KENT: And I think we have some of that German fire in the belly. We’re very focused on making sure we succeed. We have that fear of failure.
Kim, why be a U of M hockey timekeeper?
KIM: I was a gymnast at the University of Minnesota. The sport didn’t have any scholarships in the mid-’70s, but they did help us get jobs. One of mine was being the supervisor of intramural hockey. My boss was one of the two timers for Gophers games. When his partner retired, they asked me to do it.
Your greatest thrill doing it?
KIM: Whenever Minneapolis hosts a national hockey tournament, the host team selects the timer. So I’ve done four national championship tournaments and the best was when Minnesota beat Maine. My team won and I was right there on the ice. When the U of M plays in Mankato, I root for Minnesota State. Kent, Starr Kirklin, and I helped raise the money that brought Division 1 hockey to Mankato.
Kent, you played catcher for the baseball Gophers?
KENT: I blew out my elbow junior year and had some great experiences traveling the country. I played against some great baseball players, such as Kirk Gibson and Steve Howe.
Anything you two would like to add?
KIM: Ours is a complex business. When you explain our company to people, often they are amazed at all we do, including TECTA, and the insurance and distribution companies. Much of what we have done has come about by “crawl, walk, and run”—that’s the business model I’ll take to my grave.
KENT: And we’re still involved with TECTA. If there are any mergers or acquisitions, we’re right there. I’m TECTA’s director of vendor relations, and negotiate contracts and agreements with national manufacturers and distributors.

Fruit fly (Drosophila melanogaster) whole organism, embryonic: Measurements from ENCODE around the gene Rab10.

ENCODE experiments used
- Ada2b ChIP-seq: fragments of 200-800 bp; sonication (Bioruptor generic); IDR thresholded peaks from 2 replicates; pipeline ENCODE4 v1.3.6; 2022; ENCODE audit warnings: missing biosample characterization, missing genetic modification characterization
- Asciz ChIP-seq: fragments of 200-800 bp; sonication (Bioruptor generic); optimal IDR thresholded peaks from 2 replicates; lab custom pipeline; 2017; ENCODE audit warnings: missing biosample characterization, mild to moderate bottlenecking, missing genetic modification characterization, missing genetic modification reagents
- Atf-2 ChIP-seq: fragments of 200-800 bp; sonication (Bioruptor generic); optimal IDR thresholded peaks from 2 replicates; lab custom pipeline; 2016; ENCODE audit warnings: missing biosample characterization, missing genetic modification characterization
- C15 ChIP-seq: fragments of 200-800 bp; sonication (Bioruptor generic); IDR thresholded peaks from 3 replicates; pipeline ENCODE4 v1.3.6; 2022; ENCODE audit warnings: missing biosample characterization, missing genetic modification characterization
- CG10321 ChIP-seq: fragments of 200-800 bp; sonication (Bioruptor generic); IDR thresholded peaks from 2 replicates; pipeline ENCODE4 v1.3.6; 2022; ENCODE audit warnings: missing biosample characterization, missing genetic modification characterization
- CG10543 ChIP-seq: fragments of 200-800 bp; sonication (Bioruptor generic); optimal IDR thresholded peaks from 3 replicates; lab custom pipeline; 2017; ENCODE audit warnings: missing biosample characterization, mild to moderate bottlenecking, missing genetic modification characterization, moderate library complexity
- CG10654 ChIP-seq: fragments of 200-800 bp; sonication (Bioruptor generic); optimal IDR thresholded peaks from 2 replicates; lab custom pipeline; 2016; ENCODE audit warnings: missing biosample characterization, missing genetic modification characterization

KIM: I don’t think we would have become involved with TECTA had we not been one of the original founders. At first, TECTA had only ten companies involved. Kent and I were members of the presidents’ council. They still lean on us for expertise, especially when buying businesses.
Getting to know you: Kent Schwickert
Position: Operations Manager of Schwickert, Inc, President of Schwickert, Inc., and Vice President of Schwickerts of Mankato.
Current Role: Oversees sales and marketing, operations, and administration.
Education: University of Minnesota, Economics and Finance, 1982.
Present or past affiliations: TECTA America board director; National Roofing Contractors Association director; Mankato Area Chamber of Commerce chair, MSU Hockey Blue Line Club director; National Roofing Contractors Association vice president; Educare Foundation chair; South Central Technical College Foundation director; Mankato Golf Club president and director; MSU School of Construction Management Advisory Council member.
Getting to Know You: Kim Schwickert
Position: President of Schwickerts of Mankato.
Current Role: Oversees company planning, fixed assets, and contract negotiations.
Education: University of Minnesota, Business Administration, 1977.
Present or past affiliations: President’s Council of TECTA America Corp. member; Midwest Roofing Contractors Association Technical and Research Committee chair; South Central College director.